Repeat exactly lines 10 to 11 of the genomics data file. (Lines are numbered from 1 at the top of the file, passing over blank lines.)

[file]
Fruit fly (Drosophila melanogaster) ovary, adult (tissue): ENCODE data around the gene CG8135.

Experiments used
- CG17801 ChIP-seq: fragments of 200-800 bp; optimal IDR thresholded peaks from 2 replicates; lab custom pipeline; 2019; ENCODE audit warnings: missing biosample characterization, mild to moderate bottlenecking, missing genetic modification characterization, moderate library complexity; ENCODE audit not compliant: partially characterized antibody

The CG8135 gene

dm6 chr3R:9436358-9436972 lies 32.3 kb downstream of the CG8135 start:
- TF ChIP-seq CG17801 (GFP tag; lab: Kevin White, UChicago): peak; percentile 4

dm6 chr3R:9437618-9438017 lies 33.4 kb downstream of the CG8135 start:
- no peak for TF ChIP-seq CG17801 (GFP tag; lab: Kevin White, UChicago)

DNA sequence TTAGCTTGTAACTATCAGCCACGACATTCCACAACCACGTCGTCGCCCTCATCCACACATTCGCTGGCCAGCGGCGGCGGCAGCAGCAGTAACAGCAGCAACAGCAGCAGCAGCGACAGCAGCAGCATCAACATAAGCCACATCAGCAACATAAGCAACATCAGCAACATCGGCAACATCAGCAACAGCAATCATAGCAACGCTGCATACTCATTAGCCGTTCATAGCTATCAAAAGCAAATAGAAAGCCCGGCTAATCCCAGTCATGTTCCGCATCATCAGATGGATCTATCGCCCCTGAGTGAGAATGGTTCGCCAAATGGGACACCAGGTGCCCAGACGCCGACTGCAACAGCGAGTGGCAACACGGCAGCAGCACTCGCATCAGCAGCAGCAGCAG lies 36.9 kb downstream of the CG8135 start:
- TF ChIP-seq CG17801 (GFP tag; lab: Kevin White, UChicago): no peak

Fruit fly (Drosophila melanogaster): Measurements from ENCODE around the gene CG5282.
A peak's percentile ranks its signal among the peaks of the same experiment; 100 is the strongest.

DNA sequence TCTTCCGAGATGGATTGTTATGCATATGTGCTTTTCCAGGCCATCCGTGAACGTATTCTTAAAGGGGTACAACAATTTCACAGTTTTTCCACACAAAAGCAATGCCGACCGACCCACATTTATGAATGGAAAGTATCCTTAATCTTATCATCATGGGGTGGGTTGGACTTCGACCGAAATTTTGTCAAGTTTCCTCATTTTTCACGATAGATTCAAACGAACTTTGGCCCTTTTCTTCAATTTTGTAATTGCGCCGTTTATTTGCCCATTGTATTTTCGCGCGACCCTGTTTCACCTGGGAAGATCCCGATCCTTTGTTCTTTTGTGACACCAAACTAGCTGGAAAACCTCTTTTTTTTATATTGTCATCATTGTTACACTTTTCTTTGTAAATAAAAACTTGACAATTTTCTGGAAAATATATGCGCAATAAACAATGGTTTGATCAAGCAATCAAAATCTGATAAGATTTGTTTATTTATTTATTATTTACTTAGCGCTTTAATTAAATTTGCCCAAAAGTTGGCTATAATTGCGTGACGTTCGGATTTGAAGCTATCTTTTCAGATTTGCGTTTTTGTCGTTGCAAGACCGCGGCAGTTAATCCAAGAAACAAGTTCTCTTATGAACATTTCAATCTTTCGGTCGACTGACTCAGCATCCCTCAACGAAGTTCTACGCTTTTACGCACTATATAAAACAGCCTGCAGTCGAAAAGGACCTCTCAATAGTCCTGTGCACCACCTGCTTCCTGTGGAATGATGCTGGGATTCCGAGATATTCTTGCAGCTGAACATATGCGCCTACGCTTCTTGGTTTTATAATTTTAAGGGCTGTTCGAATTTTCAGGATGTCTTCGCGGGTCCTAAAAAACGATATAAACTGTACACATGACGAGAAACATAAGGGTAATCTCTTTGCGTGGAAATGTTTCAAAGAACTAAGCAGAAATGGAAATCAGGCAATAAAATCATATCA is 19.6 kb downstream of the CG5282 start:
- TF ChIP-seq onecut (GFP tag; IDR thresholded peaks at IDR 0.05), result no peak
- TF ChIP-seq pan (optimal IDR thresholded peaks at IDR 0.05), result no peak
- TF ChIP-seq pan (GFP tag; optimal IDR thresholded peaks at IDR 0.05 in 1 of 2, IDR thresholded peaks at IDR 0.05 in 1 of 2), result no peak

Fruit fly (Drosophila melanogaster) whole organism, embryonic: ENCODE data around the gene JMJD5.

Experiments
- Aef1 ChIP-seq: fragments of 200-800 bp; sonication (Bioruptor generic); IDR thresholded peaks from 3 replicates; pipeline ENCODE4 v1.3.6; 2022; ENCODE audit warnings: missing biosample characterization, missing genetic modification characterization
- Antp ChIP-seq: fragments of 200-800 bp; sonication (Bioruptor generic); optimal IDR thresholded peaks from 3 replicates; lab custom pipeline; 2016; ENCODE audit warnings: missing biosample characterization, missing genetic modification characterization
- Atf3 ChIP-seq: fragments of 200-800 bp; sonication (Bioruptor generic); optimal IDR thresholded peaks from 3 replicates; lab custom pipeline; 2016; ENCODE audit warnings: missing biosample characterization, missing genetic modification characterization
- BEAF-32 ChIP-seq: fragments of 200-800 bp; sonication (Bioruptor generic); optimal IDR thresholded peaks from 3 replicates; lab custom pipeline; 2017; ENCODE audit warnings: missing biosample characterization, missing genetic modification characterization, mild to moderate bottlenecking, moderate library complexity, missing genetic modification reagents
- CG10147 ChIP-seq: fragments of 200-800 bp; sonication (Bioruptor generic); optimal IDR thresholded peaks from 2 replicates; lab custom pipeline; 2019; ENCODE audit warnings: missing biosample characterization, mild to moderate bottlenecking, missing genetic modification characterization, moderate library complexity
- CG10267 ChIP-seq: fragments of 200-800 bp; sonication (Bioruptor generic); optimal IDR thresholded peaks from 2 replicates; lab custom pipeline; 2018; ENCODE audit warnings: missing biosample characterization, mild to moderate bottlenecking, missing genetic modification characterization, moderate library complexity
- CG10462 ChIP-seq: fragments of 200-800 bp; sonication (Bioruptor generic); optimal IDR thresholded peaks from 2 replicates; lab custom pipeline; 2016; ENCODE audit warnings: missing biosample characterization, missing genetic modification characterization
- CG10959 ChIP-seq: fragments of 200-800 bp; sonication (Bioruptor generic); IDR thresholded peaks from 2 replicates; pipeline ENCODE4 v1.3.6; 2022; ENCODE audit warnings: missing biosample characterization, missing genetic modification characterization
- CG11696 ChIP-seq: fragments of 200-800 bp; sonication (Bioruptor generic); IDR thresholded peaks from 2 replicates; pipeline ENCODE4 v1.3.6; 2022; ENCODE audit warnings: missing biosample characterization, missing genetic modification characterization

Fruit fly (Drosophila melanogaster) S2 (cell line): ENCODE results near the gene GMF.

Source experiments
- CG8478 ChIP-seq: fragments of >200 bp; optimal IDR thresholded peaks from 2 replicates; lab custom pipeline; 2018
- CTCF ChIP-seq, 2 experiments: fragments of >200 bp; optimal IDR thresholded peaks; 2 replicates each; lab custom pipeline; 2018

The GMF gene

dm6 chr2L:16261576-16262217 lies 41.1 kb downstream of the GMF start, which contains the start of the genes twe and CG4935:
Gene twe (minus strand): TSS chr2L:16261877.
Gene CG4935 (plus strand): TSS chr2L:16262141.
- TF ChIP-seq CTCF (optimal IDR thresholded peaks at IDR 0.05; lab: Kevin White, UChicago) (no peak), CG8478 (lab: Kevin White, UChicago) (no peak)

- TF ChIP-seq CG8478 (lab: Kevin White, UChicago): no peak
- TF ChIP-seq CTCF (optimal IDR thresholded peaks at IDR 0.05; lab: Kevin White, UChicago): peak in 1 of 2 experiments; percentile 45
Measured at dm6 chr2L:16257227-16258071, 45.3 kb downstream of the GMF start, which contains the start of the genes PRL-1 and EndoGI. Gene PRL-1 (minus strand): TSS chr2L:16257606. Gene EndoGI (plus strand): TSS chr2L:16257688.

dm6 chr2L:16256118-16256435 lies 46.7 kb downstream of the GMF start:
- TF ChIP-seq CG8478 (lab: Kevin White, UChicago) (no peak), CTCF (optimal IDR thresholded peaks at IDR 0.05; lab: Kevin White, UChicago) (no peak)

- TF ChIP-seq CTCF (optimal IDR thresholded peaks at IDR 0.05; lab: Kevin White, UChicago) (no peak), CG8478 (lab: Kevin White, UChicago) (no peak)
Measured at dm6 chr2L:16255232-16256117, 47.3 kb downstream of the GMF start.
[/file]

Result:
- TF ChIP-seq CG17801 (GFP tag; lab: Kevin White, UChicago): no peak

Fruit fly (Drosophila melanogaster): Measurements from ENCODE around the gene CG5282.